Instructor: 00:00 A certain padding L2 function that help us build complex string structures, such as these tabular data structures, and help us render them in the concept. Let's look at a much simpler example now.
00:13 We have a constant called name, and it's equal to a string, Akash. Then we apply the padding function on this, and pass it in a parameter of 10. It is name.padding, and then we are storing it in the constant called thisPaddedName. Then we'll log it with the pipe symbol at the end.
00:30 If we log our output, you can see that we have Akash. Then at the end, we have five more white spaces, and after that, the pipe symbol is rendered. Now, we can also use padStart over here. If we run the file, you can see that we have white spaces in front of Akash, and then we have the symbol.
00:50 Now, it's not just white spaces that you can print. You can also pass in a second parameter that will take in a string, and which will be used for the padding. Now, you can see that we have five dollar symbols added in front of the string Akash.
01:04 You can also pass in a string with multiple characters. It's going to loop through, printing all the multiple characters, again and again until it fills up the whole space. Now, in this case, we have five characters to be filled up, and we only have two characters in the string. It's going to print out dollar, and asterisk, and dollar and asterisk.
01:23 Since the last spot is only one space long, and we have two characters, it's going to only print out dollar in that case. Let's look at this example that I've shown you earlier. Here, we have the top right that species the column and its labels. Here is the data that is being rendered in a tabular format.
01:44 Here, I have three different areas that represent the data in the table. I have the first console log that represents the first row of the tabular data, which basically represents the labels of the data. Then as you can see, we are using the padStart function on the string names, which is causing it to write a line.
02:04 It has first five white spaces, and then the string names. The same thing applies to max, and also pass or fail. Now, here, we have the separating line. I am taking an empty string, and then padding it at the end with 38 spaces, essentially, with the character, dash.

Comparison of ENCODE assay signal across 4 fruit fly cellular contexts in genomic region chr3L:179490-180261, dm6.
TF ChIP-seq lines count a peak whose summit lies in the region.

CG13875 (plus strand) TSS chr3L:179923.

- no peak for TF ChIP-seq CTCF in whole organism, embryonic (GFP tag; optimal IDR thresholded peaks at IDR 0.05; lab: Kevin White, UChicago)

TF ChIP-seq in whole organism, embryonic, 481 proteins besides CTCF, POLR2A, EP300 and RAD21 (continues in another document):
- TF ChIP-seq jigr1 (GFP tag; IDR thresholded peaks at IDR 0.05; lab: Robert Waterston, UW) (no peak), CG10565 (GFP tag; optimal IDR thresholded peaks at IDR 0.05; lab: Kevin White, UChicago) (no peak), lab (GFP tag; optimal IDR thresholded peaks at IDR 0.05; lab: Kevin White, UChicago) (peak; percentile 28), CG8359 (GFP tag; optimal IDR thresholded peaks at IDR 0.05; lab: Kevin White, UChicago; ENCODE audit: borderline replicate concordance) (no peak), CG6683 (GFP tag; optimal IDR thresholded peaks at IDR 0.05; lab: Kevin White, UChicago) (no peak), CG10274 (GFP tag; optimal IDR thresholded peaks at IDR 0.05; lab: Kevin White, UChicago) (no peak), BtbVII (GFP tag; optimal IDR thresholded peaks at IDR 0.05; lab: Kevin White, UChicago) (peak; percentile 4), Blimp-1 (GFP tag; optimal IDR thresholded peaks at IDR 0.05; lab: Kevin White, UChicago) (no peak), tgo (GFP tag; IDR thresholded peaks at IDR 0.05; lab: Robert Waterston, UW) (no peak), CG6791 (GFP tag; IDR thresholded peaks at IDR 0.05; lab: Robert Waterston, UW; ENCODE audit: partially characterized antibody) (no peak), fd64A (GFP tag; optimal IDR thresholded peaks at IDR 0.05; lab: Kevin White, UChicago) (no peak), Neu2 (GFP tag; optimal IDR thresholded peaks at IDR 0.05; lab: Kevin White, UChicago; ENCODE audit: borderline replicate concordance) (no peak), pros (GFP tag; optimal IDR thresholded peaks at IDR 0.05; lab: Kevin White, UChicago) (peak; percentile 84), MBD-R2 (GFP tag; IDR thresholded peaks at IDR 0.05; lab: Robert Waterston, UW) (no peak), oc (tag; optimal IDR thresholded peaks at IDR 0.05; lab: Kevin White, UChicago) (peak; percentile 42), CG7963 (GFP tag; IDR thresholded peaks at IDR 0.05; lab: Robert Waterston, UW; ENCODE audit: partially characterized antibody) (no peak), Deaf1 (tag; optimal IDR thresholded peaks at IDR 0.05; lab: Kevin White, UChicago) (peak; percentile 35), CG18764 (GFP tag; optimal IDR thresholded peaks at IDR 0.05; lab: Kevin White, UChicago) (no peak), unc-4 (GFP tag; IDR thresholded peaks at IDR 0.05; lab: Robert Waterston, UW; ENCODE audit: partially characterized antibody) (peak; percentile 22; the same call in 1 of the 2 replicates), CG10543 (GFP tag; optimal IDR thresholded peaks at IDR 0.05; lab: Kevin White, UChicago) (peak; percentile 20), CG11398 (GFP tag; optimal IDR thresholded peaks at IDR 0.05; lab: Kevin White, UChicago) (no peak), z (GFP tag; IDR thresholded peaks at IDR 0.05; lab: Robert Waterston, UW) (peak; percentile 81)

02:24 You get this nice operating line between the top and the bottom of the table. Then we have the actual data being rendered inside the table using the for loop. Here, we are making padded versions of the data that are being taken from the areas declared up.
02:38 You're using padding function on the name, and we are passing in 10 for the length. If you checked out the first line that is being printed, it has Akash. It also printed five characters, and then there are five white spaces.
02:51 Then on the second line, we have seven characters filled up, with three more white spaces at the end. The same goes for the next line of the data. The actual printing of the data is going on here, where we have each padded version of the data being separated by one pipe operator.
03:07 Let's look at one more example over here. We have a constant called name, and we passed in a string. Here, we are logging out a padded version of the same string that we are using the padding function. Then here, instead of having a static number, we are using name.length.
03:22 That is, we are taking the length of the string itself, and then adding three more spaces to the actual length, essentially making the string three more characters wide. The second parameters, we pass in the ellipses, and there are precisely three ellipses. If you take the log, you can see that we have the string with three ellipses at the end.